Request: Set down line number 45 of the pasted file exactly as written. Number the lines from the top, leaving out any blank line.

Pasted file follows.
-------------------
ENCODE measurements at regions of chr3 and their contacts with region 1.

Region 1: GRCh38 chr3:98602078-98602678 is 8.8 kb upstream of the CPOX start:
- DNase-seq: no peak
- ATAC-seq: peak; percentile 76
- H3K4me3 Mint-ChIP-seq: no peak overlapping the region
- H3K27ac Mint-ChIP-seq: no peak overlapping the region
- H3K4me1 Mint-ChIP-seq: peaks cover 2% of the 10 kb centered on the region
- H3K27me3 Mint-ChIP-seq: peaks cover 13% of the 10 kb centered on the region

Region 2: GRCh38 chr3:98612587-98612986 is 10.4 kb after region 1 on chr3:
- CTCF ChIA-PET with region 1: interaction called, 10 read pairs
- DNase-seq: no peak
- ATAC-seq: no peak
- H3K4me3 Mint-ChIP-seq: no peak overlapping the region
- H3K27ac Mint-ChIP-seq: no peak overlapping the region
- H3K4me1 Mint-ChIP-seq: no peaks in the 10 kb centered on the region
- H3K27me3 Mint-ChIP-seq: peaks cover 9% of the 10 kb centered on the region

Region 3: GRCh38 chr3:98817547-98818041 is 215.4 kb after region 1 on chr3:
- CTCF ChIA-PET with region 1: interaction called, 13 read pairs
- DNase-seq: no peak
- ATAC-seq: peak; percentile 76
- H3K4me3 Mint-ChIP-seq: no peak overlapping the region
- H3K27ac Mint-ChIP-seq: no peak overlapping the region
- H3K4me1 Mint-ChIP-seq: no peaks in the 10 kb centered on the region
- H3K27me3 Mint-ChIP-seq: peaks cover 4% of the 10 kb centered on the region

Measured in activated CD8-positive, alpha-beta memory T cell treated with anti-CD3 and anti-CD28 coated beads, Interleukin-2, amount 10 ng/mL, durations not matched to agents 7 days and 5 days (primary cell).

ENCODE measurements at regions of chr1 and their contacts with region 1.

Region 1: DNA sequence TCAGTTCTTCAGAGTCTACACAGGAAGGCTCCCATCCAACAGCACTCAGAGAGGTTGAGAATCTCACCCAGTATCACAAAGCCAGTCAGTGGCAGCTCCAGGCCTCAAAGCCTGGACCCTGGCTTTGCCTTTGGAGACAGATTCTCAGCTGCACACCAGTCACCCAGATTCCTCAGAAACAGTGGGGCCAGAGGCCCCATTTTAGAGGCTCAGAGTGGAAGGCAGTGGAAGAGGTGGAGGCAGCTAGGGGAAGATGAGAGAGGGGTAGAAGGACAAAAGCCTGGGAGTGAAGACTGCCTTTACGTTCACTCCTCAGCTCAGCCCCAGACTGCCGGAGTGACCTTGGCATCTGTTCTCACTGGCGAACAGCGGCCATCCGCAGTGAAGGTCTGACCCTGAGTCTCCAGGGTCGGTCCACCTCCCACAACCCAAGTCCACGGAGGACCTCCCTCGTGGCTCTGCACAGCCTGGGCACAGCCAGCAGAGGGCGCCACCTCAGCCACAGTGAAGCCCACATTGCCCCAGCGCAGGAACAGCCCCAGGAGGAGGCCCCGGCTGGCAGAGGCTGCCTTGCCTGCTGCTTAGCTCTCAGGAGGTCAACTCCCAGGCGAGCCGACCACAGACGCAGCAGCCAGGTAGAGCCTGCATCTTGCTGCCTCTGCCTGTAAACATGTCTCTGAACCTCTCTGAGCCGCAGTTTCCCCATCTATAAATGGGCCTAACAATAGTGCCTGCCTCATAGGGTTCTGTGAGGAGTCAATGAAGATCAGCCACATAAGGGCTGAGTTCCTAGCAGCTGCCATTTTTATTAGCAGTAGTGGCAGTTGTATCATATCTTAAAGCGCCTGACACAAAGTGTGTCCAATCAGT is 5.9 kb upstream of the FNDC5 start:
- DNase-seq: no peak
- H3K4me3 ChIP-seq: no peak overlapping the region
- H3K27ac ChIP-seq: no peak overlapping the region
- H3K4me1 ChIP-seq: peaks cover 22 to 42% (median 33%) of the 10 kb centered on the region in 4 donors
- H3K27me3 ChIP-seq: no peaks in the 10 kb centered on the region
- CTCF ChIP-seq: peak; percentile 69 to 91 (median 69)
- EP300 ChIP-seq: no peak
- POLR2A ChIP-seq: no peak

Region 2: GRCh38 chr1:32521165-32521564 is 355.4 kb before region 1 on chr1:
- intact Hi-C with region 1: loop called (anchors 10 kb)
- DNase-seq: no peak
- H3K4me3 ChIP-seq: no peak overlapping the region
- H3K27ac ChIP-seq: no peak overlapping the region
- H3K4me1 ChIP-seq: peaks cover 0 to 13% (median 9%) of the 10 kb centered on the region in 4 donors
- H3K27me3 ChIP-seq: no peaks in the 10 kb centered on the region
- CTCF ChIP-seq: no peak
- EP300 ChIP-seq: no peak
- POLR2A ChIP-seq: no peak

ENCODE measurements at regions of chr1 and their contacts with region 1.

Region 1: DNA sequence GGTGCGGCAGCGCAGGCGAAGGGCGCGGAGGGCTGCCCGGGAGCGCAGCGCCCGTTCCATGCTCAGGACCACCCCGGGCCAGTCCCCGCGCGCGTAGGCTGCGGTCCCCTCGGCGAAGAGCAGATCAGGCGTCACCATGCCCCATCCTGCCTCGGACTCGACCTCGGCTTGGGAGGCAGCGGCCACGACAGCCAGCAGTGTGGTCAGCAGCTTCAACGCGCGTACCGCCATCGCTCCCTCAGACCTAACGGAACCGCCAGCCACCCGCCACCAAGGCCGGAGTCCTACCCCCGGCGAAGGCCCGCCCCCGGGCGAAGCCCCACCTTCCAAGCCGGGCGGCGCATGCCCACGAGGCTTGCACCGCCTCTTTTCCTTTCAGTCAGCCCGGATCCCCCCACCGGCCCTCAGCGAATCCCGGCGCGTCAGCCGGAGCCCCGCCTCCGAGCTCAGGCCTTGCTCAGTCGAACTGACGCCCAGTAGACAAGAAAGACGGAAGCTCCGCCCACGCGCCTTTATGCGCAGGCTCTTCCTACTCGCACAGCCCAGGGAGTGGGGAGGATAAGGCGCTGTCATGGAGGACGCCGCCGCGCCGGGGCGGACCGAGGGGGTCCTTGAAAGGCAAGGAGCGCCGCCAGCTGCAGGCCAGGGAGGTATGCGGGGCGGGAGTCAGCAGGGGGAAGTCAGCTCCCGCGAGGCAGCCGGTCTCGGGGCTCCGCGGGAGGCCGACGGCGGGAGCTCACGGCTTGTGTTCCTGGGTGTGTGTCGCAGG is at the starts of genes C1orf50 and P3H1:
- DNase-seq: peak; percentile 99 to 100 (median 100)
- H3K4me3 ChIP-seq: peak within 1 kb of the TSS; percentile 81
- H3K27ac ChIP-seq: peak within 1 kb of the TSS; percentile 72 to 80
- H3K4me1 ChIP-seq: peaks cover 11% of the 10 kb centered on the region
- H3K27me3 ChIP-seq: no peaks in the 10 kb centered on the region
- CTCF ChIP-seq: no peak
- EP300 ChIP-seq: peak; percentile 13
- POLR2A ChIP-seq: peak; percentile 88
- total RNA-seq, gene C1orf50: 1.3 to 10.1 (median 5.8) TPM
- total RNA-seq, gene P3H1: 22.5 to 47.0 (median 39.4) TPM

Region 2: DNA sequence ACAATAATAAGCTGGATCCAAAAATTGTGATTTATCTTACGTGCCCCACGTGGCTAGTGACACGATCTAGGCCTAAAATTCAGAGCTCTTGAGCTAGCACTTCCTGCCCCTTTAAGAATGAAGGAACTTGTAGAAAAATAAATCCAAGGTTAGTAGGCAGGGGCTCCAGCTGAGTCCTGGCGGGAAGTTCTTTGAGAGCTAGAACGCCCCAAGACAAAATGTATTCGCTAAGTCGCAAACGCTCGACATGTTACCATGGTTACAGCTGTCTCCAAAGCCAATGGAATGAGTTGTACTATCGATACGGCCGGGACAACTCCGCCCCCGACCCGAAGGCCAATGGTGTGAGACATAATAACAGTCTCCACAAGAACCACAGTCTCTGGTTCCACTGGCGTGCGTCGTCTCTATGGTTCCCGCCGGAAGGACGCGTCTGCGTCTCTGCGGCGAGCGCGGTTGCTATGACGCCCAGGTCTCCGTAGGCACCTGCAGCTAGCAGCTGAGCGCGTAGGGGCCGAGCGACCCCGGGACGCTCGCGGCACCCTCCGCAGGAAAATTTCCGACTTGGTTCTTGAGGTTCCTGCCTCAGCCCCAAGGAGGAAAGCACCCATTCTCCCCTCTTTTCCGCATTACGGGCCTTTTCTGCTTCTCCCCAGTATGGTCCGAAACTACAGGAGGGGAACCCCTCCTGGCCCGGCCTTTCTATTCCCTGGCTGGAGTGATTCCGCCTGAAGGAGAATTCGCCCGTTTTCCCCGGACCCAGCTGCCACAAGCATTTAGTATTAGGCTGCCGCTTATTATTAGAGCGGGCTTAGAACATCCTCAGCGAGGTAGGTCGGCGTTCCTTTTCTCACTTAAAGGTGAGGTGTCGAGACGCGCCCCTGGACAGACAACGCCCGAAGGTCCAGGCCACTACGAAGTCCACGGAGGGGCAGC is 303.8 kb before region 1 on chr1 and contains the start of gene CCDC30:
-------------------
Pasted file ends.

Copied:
- POLR2A ChIP-seq: no peak